Last updated on 01/28/09
What can I do to make a loved-one’s deployment easier for my child?
Whether it is a sibling, parent, cousin, or friend, the deployment of another is always hard to deal with. Children with deployed parents might not see them for a year at a time; a year in which the parent may face death daily. In addition to missing their parent, children with deployed parents worry about their wellbeing as they fight in wars.
Although it is not necessary for children to be aware of all of the gory details, there must be open communication between parents and children. Children have many fears and concerns that must be addressed; war is scary for everyone. Kids should be kept updated on what is going on and where their parents are. That way, their imaginations will not have a free reign to run wild and assume the worst.
The return from deployment is an adjustment for everyone in the family, and parents should not hesitate to seek the help of a professional to aid in the transition. Children should be warned of any injury or difference in the individual returning home in order to give them the opportunity to emotionally prepare themselves. The adjustment may take time, but it can certainly be accomplished with patience.
In the Jewish Community
Although it is unusual for children in the American Jewish community to have a parent in the army, all Israeli males who are not in school or studying Torah are required to serve in the army. Many children in the Israeli Jewish community deal with deployment as well as the knowledge that they too will serve in the army when they come of age. Children of all ages may have fears and concerns about war and a loved one’s employment. It is important to address these issues as they come up so children do not feel like they have to bear the burden of worry all by themselves.
Use the following links to educate yourself about dealing with deployment. Learn how to help a child cope with a deployed parent or sibling and find out what to expect from your children.
Frequently Asked Links
How do I tell my child that I am going to be deployed?
How do I help my younger children deal with their older brother’s deployment?
How can I help my kids deal with my husband’s deployment?
What can teens do to cope with having a friend or relative that is deployed?
What is important for kids dealing with a parent’s employment? more
What are some tips for fathers getting ready to be deployed?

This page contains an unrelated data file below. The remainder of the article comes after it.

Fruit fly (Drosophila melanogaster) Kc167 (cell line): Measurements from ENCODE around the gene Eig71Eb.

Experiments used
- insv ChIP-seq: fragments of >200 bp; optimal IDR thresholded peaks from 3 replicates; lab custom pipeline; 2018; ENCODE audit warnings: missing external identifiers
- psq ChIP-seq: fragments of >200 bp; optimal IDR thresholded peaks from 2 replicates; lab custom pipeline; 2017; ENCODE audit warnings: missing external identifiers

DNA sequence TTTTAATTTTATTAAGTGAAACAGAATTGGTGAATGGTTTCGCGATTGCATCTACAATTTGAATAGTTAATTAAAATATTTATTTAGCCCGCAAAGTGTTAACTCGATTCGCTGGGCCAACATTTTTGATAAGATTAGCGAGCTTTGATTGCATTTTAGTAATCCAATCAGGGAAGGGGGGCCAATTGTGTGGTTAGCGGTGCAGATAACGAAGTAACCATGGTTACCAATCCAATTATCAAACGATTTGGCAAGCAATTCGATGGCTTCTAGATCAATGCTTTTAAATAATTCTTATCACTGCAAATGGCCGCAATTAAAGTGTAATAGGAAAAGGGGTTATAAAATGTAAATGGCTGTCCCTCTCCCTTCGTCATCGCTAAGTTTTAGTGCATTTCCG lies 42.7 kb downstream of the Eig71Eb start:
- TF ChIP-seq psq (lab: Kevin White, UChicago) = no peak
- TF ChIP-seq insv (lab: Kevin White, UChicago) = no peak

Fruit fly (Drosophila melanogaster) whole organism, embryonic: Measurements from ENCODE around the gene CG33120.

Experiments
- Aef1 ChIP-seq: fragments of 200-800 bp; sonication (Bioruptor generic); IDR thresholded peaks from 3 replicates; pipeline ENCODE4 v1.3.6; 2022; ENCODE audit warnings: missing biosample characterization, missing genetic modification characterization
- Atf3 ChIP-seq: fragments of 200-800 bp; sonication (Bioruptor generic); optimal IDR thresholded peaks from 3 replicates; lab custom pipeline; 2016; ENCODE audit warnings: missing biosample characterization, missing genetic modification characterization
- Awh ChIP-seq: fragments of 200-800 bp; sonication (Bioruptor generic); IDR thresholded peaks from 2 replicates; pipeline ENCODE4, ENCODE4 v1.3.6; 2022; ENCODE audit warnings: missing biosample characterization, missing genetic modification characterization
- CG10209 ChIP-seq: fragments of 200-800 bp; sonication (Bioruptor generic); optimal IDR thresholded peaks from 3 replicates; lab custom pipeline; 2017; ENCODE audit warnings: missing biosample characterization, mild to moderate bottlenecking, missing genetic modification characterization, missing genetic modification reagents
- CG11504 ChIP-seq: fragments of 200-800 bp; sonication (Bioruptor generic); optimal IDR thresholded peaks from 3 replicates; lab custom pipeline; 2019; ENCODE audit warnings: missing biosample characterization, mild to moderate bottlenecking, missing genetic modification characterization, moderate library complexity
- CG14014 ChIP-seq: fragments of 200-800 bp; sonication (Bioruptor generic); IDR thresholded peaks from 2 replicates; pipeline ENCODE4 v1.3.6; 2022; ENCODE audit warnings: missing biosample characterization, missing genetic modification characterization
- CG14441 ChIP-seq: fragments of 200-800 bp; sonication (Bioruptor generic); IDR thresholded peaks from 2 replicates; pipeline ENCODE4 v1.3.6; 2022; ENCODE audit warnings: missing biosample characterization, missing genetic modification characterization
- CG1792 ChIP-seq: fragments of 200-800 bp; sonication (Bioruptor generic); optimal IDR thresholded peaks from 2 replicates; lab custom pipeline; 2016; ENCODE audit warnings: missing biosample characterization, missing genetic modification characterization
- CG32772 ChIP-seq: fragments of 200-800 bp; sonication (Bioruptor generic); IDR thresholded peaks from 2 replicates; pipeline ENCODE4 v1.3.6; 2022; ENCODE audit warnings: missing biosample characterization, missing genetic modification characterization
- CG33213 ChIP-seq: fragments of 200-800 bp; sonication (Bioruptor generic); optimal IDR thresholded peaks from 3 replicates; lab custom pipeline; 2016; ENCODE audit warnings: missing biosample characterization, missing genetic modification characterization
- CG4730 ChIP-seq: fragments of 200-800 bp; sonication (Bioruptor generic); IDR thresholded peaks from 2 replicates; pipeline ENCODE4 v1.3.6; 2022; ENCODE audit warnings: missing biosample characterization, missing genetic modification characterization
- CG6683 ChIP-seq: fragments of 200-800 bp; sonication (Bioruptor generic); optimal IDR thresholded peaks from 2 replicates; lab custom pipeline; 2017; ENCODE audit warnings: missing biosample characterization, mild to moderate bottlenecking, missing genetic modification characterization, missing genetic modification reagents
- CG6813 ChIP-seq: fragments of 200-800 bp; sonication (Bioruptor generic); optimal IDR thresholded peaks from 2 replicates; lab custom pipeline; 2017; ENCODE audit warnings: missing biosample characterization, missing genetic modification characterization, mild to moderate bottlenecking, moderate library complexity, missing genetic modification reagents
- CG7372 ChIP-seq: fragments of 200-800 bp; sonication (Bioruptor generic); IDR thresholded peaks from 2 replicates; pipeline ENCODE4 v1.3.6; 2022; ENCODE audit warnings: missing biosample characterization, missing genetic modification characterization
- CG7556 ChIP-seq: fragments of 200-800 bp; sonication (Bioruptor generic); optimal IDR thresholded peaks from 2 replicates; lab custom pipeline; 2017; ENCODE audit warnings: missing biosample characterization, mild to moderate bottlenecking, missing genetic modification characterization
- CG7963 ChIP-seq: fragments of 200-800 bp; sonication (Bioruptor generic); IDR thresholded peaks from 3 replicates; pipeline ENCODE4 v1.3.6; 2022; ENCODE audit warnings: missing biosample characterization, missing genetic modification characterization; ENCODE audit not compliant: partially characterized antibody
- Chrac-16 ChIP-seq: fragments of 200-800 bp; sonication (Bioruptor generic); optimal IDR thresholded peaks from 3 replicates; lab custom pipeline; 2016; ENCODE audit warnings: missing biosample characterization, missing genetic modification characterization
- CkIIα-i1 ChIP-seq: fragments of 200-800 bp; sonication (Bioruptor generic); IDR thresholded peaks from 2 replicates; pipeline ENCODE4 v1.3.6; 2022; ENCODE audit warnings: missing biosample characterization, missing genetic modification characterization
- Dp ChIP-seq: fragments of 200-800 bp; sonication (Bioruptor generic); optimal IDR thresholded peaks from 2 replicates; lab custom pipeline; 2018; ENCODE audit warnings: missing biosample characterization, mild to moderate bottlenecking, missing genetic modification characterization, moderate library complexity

How can teachers help children while their parents are deployed?
What can kids do to tame their fears about war?
Why do children of deployed parents need special care?
Are children with deployed parents at risk for behavior problems?
How do I handle the transition when my husband returns from war?
Should I allow my child to join the Nachal Chareidi of the IDF?
By Rabbi Yakov Horowitz
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Stress from things like school and social situations can feel overwhelming for kids, particularly if they do not have healthy strategies to cope with strong feelings and solve everyday problems.
Posttraumatic Stress Disorder
People who experience a traumatic event can be affected by posttraumatic stress disorder (PTSD). Dealing with PTSD can be challenging, but treatment and support are essential.
Taking Your Child to a Therapist
Kids, like adults, can often benefit from therapy – but there are many important things to consider as you look for the right therapist.
Parenting Resources for the Jewish Community
Compiled by Rabbi Yakov Horowitz
American Academy of Child & Adolescent Psychiatry (AACAP)
AACAP offers up-to-date information on child and adolescent development and issues.
American Academy of Pediatrics (AAP)
The AAP is committed to the health and well-being of infants, adolescents, and young adults. The website offers news articles and tips on health for families.
American Psychological Association (APA)
The APA provides information and education about a variety of mental health issues for people of all ages.
American Academy of Family Physicians
This site, operated by the American Academy of Family Physicians (AAFP), provides information on family physicians and health care, a directory of family physicians, and resources on health conditions.
Rabbi Horowitz does not endorse any external sites or monitor or approve content on these sites. When considering information presented here, you should consult your experts to determine what is best for you. Our sole purpose is to help you access information that Rabbi Horowitz and others have made available on the internet.